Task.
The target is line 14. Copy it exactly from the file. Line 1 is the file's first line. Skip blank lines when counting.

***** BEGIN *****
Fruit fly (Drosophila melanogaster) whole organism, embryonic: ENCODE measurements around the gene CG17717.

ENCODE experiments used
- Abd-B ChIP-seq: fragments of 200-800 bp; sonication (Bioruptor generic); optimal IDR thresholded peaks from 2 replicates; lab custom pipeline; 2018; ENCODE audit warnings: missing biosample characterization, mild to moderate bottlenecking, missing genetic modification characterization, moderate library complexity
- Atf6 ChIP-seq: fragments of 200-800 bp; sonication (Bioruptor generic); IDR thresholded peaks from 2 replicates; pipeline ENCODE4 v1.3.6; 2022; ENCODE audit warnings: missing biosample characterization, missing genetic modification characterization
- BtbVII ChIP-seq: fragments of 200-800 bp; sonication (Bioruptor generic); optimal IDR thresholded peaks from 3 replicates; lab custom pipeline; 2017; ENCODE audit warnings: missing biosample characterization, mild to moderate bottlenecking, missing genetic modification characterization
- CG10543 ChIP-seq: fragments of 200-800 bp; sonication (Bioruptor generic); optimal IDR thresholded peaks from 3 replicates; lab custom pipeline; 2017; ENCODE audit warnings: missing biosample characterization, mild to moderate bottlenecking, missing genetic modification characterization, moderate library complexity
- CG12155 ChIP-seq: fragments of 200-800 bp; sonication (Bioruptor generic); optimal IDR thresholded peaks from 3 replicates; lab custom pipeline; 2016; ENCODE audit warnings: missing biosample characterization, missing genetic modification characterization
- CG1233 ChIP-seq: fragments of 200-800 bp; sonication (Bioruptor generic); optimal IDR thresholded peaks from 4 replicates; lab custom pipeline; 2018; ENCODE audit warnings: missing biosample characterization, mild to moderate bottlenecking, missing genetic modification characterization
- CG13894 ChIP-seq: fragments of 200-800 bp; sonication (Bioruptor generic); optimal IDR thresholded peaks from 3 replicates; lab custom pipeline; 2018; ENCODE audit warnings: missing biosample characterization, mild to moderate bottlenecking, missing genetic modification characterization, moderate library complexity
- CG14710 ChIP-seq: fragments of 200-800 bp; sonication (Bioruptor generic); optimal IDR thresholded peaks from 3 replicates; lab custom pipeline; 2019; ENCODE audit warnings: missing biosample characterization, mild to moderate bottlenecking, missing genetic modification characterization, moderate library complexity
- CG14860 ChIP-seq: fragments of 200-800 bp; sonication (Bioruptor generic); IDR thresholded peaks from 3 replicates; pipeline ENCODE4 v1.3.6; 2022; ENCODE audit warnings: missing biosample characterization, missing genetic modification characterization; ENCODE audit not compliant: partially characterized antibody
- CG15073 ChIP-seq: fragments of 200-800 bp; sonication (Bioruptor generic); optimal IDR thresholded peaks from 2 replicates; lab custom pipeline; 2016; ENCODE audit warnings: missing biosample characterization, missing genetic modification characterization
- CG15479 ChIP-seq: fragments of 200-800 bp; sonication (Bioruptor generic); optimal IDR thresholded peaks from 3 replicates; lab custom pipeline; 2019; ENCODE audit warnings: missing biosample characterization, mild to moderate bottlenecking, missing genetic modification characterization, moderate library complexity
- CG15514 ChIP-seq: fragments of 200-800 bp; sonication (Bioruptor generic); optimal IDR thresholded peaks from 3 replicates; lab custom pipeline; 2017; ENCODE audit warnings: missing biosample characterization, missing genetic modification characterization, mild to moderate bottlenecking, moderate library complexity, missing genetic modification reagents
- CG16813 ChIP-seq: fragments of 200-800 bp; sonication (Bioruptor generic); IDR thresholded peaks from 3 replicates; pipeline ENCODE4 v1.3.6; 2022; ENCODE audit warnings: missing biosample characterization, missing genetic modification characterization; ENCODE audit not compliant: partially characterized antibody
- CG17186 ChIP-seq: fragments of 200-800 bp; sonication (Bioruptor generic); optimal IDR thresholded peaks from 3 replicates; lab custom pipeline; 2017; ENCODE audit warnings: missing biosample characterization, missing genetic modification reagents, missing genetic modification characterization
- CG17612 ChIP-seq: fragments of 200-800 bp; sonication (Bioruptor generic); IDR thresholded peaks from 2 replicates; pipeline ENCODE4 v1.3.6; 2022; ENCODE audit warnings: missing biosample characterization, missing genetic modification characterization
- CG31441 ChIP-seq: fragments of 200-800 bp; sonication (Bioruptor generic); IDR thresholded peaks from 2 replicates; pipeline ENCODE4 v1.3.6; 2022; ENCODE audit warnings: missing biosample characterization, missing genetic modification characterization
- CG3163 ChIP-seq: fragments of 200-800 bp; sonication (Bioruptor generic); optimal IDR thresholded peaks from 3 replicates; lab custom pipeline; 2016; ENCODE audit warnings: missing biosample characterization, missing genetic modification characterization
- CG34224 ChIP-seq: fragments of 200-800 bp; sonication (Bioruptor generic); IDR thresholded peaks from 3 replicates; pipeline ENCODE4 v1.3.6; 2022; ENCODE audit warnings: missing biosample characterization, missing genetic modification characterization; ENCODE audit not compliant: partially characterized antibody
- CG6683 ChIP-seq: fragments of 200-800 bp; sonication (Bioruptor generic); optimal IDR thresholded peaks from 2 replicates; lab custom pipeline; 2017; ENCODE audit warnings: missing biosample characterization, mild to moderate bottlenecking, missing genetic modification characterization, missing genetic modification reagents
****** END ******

- CG15514 ChIP-seq: fragments of 200-800 bp; sonication (Bioruptor generic); optimal IDR thresholded peaks from 3 replicates; lab custom pipeline; 2017; ENCODE audit warnings: missing biosample characterization, missing genetic modification characterization, mild to moderate bottlenecking, moderate library complexity, missing genetic modification reagents